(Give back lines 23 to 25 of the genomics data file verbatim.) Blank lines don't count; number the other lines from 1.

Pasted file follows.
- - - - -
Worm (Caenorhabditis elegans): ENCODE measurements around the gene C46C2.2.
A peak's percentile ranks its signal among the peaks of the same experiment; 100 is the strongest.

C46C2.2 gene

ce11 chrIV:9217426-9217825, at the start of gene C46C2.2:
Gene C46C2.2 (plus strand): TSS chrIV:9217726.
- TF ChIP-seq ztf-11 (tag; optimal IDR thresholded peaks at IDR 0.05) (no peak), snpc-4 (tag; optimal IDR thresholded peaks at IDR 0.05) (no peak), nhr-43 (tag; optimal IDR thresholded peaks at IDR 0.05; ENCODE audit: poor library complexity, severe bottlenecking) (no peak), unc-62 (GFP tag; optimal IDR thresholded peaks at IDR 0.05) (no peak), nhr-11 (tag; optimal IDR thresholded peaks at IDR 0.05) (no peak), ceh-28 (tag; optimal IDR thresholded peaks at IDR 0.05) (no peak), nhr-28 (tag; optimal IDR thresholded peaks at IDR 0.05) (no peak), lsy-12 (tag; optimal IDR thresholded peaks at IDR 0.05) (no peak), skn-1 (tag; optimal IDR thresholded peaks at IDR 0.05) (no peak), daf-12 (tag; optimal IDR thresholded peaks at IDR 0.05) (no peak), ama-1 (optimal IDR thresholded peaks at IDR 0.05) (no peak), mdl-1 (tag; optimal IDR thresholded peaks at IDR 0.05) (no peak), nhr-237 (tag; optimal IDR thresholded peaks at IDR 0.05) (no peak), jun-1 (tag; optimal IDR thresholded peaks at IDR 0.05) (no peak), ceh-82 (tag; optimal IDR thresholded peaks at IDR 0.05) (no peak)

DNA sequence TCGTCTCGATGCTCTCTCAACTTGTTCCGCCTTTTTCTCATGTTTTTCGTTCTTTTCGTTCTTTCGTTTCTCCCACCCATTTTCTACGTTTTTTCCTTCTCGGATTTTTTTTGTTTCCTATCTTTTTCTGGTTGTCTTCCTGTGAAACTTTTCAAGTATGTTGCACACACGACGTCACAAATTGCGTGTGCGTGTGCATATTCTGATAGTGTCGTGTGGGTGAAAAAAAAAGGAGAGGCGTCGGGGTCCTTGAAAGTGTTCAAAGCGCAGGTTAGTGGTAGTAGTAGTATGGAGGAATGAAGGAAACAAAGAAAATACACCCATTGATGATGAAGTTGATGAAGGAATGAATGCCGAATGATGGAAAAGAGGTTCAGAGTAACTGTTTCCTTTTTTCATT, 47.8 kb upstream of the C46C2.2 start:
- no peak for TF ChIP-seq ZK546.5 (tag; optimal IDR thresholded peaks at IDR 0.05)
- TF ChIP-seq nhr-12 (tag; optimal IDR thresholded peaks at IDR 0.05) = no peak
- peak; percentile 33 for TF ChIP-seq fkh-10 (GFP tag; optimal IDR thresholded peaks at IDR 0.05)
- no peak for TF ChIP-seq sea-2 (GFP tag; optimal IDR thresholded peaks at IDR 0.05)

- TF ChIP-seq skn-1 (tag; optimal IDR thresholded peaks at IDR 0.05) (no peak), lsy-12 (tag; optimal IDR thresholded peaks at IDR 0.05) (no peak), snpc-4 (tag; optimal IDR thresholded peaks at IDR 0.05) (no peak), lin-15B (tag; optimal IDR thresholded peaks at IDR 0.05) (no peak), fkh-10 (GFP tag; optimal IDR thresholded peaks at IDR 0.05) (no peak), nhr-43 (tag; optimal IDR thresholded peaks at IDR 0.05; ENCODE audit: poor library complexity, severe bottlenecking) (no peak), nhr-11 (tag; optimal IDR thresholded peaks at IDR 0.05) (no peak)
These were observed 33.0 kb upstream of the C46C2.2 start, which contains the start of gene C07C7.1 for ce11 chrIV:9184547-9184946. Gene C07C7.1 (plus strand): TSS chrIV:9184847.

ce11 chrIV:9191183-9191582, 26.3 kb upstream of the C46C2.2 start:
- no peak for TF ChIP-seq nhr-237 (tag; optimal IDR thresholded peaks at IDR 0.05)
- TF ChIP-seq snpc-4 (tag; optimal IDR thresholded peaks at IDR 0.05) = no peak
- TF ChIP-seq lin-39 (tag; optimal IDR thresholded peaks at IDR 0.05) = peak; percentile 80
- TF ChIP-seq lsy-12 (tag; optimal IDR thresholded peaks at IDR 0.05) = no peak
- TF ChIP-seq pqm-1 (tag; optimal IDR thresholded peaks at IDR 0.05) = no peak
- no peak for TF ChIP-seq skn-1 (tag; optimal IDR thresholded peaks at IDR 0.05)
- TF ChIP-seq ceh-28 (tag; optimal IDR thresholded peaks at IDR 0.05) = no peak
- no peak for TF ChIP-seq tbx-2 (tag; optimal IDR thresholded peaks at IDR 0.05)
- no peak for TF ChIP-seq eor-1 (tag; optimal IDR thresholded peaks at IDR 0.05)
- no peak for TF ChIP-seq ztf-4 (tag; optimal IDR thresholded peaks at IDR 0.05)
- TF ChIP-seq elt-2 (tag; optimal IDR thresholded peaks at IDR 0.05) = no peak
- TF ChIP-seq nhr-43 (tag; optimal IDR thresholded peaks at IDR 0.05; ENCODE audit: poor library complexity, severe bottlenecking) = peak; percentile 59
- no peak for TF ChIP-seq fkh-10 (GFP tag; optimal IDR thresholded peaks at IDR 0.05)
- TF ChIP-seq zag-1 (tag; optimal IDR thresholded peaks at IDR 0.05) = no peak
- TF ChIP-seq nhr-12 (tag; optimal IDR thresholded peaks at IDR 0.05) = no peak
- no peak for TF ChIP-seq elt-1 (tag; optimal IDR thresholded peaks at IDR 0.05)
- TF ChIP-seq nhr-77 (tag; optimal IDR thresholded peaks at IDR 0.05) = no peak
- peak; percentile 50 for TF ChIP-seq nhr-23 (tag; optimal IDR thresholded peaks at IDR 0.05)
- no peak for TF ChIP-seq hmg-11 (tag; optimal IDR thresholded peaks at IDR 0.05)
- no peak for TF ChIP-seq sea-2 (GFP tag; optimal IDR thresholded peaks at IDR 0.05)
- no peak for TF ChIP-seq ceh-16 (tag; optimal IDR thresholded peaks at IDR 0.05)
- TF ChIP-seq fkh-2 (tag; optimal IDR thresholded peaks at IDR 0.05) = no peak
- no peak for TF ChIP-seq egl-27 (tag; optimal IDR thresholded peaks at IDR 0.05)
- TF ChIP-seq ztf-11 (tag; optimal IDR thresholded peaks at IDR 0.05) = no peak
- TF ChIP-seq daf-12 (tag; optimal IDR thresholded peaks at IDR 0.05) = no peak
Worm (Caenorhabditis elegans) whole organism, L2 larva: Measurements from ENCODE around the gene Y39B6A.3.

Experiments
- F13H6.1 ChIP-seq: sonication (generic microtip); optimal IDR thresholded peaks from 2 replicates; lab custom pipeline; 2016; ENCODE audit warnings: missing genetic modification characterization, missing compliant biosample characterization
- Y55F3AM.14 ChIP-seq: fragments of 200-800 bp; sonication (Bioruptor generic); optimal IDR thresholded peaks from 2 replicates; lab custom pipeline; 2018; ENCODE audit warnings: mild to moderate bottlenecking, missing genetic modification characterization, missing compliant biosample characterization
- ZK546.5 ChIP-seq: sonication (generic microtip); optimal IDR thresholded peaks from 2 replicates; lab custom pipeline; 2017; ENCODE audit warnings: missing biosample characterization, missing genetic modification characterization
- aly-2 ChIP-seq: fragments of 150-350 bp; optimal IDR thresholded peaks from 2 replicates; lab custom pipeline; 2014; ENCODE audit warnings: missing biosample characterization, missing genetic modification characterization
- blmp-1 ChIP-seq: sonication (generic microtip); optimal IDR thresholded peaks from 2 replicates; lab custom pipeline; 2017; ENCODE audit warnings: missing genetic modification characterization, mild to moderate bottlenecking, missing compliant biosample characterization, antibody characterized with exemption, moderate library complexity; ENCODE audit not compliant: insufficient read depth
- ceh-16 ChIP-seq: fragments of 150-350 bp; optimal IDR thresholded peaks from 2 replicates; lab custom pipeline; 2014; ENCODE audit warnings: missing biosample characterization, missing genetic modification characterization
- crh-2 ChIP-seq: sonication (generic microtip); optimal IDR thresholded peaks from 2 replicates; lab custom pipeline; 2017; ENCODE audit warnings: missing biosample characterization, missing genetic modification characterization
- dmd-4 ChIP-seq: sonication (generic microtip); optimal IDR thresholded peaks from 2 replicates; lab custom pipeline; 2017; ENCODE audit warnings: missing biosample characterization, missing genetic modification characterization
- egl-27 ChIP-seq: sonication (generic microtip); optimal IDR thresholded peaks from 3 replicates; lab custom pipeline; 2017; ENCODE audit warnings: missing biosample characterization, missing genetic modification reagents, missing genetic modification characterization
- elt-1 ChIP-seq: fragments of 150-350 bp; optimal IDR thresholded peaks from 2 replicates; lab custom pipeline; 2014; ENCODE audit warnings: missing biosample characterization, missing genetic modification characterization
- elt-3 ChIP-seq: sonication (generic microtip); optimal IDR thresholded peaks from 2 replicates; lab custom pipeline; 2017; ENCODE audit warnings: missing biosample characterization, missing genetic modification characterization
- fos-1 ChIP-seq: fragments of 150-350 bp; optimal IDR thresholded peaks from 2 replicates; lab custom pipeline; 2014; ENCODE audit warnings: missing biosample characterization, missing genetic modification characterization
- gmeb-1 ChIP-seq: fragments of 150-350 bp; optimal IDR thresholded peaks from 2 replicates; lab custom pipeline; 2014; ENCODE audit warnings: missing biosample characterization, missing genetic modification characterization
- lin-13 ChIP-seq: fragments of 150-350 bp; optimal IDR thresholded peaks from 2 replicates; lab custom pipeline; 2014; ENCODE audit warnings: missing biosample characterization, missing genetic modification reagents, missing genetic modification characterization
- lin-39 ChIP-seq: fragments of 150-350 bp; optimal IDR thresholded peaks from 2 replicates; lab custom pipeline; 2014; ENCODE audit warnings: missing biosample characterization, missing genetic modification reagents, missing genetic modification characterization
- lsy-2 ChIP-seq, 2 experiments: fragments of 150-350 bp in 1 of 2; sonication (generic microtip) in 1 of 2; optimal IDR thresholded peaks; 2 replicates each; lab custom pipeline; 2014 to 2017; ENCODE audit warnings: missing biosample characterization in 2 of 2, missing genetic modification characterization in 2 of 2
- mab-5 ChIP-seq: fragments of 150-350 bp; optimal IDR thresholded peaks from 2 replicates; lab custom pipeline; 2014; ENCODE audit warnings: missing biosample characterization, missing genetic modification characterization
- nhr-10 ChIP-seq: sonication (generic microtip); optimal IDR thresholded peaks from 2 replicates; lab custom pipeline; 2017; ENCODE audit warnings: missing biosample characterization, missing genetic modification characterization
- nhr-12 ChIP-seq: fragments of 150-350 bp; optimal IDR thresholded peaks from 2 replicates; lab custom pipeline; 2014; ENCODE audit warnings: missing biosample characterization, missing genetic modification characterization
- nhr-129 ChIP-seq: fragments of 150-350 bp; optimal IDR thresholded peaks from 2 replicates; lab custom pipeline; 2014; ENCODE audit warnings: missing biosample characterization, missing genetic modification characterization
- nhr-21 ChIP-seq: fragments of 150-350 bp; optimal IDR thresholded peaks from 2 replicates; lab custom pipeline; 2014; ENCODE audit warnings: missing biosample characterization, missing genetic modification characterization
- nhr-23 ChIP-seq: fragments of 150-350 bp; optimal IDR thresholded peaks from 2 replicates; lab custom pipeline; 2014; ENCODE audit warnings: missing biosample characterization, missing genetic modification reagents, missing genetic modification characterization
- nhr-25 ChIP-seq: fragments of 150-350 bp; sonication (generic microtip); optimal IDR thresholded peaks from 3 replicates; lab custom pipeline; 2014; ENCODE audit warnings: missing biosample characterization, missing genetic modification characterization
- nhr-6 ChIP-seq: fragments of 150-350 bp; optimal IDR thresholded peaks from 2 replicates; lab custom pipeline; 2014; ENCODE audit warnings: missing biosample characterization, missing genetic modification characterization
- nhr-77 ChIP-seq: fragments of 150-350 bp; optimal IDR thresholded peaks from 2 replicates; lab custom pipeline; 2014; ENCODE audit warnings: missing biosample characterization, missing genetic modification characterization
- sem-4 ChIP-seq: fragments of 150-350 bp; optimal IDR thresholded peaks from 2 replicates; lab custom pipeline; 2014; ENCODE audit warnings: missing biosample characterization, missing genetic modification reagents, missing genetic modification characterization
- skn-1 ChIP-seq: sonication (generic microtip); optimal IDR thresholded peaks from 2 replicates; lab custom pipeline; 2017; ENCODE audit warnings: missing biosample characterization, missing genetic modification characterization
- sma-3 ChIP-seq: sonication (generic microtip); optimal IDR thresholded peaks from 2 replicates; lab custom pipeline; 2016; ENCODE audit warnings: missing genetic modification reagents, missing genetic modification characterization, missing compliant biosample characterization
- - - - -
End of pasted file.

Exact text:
- no peak for TF ChIP-seq eor-1 (tag; optimal IDR thresholded peaks at IDR 0.05)
- no peak for TF ChIP-seq ztf-4 (tag; optimal IDR thresholded peaks at IDR 0.05)
- TF ChIP-seq elt-2 (tag; optimal IDR thresholded peaks at IDR 0.05) = no peak